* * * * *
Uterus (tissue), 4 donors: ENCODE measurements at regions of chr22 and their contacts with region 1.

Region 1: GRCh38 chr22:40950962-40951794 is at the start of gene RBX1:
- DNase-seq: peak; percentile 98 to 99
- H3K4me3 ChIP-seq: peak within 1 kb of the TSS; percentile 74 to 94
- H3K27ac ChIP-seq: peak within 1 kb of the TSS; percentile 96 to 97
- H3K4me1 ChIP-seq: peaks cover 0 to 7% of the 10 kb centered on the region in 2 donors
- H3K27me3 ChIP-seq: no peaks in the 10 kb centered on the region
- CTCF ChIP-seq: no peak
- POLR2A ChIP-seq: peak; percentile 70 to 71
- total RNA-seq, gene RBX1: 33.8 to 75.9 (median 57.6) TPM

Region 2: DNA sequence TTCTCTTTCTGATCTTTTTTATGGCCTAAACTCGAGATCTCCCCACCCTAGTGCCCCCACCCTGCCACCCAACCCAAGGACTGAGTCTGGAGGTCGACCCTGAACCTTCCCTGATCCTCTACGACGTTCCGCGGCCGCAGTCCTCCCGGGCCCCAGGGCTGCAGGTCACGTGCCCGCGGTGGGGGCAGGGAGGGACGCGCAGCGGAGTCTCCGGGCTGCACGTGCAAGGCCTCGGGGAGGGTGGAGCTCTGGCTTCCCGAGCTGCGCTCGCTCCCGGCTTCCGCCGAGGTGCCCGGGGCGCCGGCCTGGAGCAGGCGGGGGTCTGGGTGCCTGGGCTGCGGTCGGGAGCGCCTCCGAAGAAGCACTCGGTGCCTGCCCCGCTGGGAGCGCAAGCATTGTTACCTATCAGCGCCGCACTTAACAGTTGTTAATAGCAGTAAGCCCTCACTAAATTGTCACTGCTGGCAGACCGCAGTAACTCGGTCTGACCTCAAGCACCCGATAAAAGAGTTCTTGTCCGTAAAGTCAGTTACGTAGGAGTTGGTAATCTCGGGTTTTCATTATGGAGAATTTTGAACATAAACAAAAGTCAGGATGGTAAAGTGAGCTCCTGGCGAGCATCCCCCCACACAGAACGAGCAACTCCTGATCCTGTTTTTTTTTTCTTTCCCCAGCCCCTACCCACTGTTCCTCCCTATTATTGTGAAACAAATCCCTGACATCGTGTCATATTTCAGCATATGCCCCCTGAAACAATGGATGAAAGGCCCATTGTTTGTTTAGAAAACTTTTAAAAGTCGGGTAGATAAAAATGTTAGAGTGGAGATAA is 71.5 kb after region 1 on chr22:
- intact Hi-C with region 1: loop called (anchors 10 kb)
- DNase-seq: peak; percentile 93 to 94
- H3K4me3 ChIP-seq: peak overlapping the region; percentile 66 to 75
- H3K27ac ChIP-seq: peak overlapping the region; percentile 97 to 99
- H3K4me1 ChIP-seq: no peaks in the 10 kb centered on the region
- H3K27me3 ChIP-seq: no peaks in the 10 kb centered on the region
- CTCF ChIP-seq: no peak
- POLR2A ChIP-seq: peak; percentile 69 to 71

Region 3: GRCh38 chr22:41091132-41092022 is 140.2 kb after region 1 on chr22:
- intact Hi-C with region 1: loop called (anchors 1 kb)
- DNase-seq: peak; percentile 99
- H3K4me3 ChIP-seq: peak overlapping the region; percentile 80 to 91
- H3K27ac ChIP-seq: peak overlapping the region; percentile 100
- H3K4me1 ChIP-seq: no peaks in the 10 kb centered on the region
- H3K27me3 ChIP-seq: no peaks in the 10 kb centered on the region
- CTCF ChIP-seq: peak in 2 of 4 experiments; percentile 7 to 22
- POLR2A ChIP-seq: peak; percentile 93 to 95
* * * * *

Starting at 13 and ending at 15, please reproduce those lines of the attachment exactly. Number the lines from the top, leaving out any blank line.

- DNase-seq: peak; percentile 93 to 94
- H3K4me3 ChIP-seq: peak overlapping the region; percentile 66 to 75
- H3K27ac ChIP-seq: peak overlapping the region; percentile 97 to 99